Skip to Main Content
Sign In
Visit Apply Give

News Blackbeard's reading habits

Image Picker for Section 0

​Melissa Tedone, book and library conservator at Winterthur and an affiliated assistant professor at UD (left), and Jocelyn Alcántara-Garcia, an assistant professor at UD and on the staff of Winterthur Museum's Scientific Research and Analysis Laboratory, with a cutout of Blackbeard the pirate. (Image: UDaily)

​Researchers, divers, and a team of WUDPAC experts have recovered and analyzed paper fragments recovered from the pirate's sunken flagship. From the January 23, 2018 article in UDaily, written by Beth Miller:

If you wrote this into a script, only a sci-fi producer would buy it. But researchers, divers and art conservators -- including a team from the Winterthur/University of Delaware Program in Art Conservation -- have discovered and analyzed paper fragments retrieved from the shipwreck North Carolina archaeologists say is the Queen Anne's Revenge, flagship of an 18th-century pirate whose name sent a chill into the bone marrow of anyone whose path might cross his.

Blackbeard. The infamous pirate was said to have set parts of his enormous beard on fire just to intimidate his enemies in battle. So what can be made of these paper fragments -- and how in the world could they have survived almost 300 years under the sea? . . . .

​Jocelyn Alcántara-Garcia, an assistant professor at UD and on the staff of Winterthur Museum's Scientific Research and Analysis Laboratory, does analysis of fibers in the paper. (Image: UDaily)

It may be the first paper -- ever -- discovered after three centuries under the sea. "If it's not the first, it's certainly in a very tiny minority," said Melissa Tedone, book and library conservator at Winterthur and an affiliated assistant professor at UD. Tedone and [chemist, Winterthur scientist, and UD assistant professor Jocelyn] Alcántara-Garcia can't explain how the fragments survived, but several theories have been proposed. "It's possible the paper fragments weren't actually exposed to water while underwater in the shipwreck," Tedone said. "They may have been caught in a pocket of air." Or they may have been in a spot where there was no oxygen. . . .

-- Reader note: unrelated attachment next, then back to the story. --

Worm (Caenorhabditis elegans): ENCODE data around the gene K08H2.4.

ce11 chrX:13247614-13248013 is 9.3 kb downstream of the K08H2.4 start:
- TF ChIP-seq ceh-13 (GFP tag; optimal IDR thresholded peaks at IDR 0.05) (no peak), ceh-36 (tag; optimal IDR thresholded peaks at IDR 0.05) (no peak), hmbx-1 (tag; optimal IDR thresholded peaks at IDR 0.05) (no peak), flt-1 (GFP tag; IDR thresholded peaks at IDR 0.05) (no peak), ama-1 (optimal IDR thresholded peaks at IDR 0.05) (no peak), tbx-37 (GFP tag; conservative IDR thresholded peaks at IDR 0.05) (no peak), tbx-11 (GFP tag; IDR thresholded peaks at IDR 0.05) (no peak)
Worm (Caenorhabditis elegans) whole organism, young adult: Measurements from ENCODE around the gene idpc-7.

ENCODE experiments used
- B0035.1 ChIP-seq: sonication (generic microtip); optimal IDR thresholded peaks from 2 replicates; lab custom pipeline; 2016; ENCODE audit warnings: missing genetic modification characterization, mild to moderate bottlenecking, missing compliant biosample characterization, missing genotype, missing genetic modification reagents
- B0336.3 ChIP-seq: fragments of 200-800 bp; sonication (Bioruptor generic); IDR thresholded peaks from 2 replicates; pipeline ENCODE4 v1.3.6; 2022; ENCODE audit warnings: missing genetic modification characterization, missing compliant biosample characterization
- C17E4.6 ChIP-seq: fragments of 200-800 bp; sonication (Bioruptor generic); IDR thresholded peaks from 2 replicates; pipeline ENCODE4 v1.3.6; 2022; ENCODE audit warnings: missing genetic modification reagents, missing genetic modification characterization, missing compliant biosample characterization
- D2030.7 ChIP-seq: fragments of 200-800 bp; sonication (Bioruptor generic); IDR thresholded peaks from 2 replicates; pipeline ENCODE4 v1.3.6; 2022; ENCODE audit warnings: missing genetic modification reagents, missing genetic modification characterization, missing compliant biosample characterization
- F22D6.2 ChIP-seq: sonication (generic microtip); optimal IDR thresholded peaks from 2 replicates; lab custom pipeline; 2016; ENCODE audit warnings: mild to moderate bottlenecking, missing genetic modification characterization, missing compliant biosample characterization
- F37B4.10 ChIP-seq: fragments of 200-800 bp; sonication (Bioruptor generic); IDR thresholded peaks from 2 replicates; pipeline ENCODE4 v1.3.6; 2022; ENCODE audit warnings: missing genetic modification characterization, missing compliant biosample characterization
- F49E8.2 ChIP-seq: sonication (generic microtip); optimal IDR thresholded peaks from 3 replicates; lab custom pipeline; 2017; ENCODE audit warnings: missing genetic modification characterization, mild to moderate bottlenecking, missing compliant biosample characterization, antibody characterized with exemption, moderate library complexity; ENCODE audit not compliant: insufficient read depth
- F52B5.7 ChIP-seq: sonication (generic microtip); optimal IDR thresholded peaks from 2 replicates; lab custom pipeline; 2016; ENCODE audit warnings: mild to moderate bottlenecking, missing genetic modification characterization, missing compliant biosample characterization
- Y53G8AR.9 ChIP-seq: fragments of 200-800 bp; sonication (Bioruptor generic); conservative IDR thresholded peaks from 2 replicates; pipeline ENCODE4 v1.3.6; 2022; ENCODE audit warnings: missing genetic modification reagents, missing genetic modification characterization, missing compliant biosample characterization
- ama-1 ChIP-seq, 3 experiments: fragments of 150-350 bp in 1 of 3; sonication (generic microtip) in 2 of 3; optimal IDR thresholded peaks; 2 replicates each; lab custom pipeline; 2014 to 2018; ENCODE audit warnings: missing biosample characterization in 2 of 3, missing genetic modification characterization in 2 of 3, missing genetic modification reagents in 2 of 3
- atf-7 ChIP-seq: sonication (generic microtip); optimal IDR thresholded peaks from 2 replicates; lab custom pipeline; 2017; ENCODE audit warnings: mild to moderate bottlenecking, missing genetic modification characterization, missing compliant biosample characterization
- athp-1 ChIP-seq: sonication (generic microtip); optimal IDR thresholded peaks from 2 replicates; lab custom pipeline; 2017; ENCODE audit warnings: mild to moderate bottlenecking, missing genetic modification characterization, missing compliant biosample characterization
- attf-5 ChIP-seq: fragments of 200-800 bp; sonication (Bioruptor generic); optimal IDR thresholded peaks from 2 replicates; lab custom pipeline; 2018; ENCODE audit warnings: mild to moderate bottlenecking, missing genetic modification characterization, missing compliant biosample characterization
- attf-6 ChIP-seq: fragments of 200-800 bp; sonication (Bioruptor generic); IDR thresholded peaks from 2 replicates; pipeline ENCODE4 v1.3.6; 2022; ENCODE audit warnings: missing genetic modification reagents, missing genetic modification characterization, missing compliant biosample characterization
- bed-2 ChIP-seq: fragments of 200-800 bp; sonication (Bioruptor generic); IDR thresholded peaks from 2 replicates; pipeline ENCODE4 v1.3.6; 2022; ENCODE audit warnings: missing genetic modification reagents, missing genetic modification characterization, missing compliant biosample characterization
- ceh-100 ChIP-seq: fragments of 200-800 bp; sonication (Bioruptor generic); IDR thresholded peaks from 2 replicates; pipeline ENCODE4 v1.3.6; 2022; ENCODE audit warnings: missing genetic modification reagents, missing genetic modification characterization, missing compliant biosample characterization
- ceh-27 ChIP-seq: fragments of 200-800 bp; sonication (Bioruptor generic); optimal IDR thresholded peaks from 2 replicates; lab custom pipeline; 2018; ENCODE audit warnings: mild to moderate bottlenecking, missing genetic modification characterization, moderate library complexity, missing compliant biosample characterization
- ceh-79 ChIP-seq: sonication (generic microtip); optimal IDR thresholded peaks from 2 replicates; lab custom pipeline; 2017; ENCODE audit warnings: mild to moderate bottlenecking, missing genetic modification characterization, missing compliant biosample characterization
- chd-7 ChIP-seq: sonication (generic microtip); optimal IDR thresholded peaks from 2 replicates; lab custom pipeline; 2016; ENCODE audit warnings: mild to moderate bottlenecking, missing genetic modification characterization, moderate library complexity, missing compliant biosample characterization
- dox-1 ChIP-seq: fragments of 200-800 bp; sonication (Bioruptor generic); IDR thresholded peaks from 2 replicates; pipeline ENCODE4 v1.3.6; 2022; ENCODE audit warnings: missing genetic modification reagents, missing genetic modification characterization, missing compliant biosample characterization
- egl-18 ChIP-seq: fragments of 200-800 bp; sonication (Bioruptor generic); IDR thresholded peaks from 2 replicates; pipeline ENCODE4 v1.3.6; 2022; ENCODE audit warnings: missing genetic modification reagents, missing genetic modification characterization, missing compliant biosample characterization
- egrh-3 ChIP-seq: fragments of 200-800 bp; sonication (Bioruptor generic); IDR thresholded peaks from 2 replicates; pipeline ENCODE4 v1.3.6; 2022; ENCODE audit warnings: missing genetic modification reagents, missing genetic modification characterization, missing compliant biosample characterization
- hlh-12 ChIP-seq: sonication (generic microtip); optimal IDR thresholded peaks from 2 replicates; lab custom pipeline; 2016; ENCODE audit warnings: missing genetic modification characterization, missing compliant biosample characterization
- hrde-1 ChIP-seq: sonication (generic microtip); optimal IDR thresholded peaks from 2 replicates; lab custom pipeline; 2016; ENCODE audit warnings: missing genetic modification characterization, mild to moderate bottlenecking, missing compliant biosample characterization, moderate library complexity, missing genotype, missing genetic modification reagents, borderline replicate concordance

It is unclear how Blackbeard or any of his shipmates may have come into possession of this book, whether pirate ships often featured a library and whether many of those aboard were even literate. But such volumes could have been prized bits of booty captured in one of their many raids, Tedone said.


To read more about this project, the collaboration with other UD/Winterthur staff, and what this find may tell us about Blackbeard and his crew, read the article "Tiny Pirate Papers," at the UDaily website, here. Another article on this project and other artifacts recovered from the Queen Anne's Revenge is available online at National Geographic, here.

News Story Supporting Images and Text
Used in the Home Page News Listing and for the News Rollup Page
Researchers, divers, and a team of WUDPAC experts have recovered and analyzed paper fragments recovered from the pirate's sunken flagship.

​Researchers, divers, and a team of WUDPAC experts have recovered and analyzed paper fragments recovered from the pirate's sunken flagship.

1/26/2018
Page Settings and MetaData:
(Not Shown on the Page)
Page Settings
Blackbeard's reading habits
 
No
 
 
MetaData for Search Engine Optimization
Blackbeard's reading habits
 
  • The Department of Art Conservation
  • 303 Old College
  • University of Delaware
  • Newark, DE 19716, USA
  • Phone: 302-831-3489
  • art-conservation@udel.edu